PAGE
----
Q: Is there now a question that tomatoes may not actually be the incubator of the salmonella? That it might be some other type of produce?
A: We continue to see a strong association with consumption of tomatoes and from the start what we said is that many of the people ate tomatoes in dishes such as salsa and guacamole so that we have always been looking both at tomatoes and at exposure to other ingredients in the dishes…
…we continue to keep an open mind as to the possible source of these outbreaks as does FDA.
The above exchange between Tiffany Hsu, a staff writer for the Los Angeles Times and Dr. Patricia Griffin, CDC’s Chief of the Enteric Diseases Epidemiology Branch, is positively shocking.
Let us look at what CDC actually said:
Initially, on June 2 2008, the CDC was relying on the work of others and made that clear in its pronouncement…
An epidemiologic investigation conducted by the New Mexico and Texas Departments of Health and the Indian Health Service using interviews comparing foods eaten by ill and well persons has identified consumption of raw tomatoes as the likely source of the illnesses in New Mexico and Texas. The specific type and source of tomatoes are under investigation; however, preliminary data suggest that large tomatoes, including Roma and red round are the source.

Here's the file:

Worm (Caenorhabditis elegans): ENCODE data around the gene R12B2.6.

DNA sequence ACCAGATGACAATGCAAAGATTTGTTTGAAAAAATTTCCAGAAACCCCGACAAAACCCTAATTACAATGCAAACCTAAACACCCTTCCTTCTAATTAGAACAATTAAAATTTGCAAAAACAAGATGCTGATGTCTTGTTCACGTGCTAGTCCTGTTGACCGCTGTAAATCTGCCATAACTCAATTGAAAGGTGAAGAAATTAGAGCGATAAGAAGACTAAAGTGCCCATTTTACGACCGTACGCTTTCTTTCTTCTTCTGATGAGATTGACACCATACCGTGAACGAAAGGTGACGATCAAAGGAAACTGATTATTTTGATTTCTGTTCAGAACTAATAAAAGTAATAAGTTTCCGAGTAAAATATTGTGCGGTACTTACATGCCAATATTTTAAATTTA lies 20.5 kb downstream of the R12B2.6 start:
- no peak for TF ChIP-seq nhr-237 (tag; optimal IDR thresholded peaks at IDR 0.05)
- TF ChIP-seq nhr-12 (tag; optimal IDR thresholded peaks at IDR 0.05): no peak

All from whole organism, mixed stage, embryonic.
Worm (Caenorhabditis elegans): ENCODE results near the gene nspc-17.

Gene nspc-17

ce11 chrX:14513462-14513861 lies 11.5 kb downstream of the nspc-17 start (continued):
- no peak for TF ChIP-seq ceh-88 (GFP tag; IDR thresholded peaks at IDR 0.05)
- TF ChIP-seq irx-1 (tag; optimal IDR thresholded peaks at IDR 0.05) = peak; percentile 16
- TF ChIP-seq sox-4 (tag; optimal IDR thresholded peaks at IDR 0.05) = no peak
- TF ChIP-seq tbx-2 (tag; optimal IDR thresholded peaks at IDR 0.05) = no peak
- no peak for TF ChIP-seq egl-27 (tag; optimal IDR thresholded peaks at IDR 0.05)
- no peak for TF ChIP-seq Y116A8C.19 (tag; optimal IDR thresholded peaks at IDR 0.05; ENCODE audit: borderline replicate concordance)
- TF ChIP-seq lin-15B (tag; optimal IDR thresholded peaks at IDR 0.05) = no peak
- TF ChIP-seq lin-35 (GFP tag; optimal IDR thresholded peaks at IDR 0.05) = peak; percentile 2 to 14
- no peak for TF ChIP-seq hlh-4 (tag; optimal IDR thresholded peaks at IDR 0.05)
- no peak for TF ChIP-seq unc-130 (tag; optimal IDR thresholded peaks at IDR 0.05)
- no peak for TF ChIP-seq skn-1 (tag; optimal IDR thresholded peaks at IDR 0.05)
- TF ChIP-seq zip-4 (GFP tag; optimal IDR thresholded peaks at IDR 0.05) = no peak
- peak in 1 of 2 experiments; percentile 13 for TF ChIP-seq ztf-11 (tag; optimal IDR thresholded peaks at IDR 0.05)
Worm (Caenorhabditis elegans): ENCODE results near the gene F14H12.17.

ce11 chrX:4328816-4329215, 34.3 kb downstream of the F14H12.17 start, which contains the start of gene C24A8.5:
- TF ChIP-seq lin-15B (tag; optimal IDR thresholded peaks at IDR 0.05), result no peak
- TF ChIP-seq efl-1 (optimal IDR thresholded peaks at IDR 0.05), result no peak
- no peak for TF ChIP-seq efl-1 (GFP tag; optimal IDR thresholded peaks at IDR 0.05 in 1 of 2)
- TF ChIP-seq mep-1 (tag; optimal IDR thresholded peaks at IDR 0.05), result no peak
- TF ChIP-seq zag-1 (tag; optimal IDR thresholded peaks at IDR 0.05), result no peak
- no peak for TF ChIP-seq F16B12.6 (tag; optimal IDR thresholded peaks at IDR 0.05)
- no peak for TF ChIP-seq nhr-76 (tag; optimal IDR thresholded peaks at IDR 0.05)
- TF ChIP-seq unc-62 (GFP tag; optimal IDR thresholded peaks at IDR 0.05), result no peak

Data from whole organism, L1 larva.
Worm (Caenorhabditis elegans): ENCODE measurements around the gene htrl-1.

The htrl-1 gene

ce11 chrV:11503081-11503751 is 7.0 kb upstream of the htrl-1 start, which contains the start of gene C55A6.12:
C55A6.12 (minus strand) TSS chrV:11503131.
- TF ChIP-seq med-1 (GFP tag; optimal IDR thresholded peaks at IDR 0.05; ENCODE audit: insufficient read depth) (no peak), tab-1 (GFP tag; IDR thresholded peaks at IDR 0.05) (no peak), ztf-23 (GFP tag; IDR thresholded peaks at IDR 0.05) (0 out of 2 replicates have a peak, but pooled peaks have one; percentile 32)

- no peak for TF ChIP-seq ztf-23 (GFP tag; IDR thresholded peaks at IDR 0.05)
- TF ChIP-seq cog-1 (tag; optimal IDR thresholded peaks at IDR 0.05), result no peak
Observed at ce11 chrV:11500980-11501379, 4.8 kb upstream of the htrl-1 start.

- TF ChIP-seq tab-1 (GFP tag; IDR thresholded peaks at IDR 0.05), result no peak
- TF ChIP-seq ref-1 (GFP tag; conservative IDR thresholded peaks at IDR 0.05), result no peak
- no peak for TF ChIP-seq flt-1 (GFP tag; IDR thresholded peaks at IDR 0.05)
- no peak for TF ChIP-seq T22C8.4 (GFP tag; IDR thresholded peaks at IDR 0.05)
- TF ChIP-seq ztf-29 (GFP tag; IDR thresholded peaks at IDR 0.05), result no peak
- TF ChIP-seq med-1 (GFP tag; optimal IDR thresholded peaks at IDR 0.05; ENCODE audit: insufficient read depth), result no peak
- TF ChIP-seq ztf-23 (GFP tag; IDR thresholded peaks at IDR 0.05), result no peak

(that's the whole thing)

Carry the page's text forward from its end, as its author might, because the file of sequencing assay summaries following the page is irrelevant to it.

But by June 12, 2008, CDC started issuing the statements under its own name, without qualification:
An epidemiologic investigation comparing foods eaten by ill and well persons has identified consumption of raw tomatoes as the likely source of the illnesses. The specific type and source of tomatoes is under investigation; however, the data suggest that illnesses are linked to consumption of raw red plum, red Roma, and round red tomatoes, and products containing these raw tomatoes.
If this wasn’t enough to establish that CDC had determined that there was a tomato linkage to the illness, the CDC statement went on to say this:
Only 3 persons infected with this strain of Salmonella Saintpaul were identified in the country during the same period in 2007. The previous rarity of this strain and the distribution of illnesses in all U.S. regions suggest that the implicated tomatoes are distributed throughout much of the country.
Although there is a brief reference to “products containing these raw tomatoes,” the clear implication is that the products are a problem only because they contain the tomatoes.
This perception was clearly backed up by the FDA consumer advisories, which never said a word about not eating guacamole or salsa — only not eating products made with implicated tomatoes.
It really seemed that Dr. Griffin has been genuinely hesitant to pin this outbreak on tomatoes.
But now, she decides to speak out only after an industry has been crushed, its employees left poorer and with less certain futures, consumers have been scared to death and were led to throw out food at a time when food prices make the daily headlines. Her position at CDC requires not merely technical ability but political courage and she should have issued a statement early in the process saying that she was not convinced that it was tomatoes.
Now if they find it was not tomatoes, she will have to live her life knowing the damage she caused because she lacked the courage to speak up publicly for her convictions.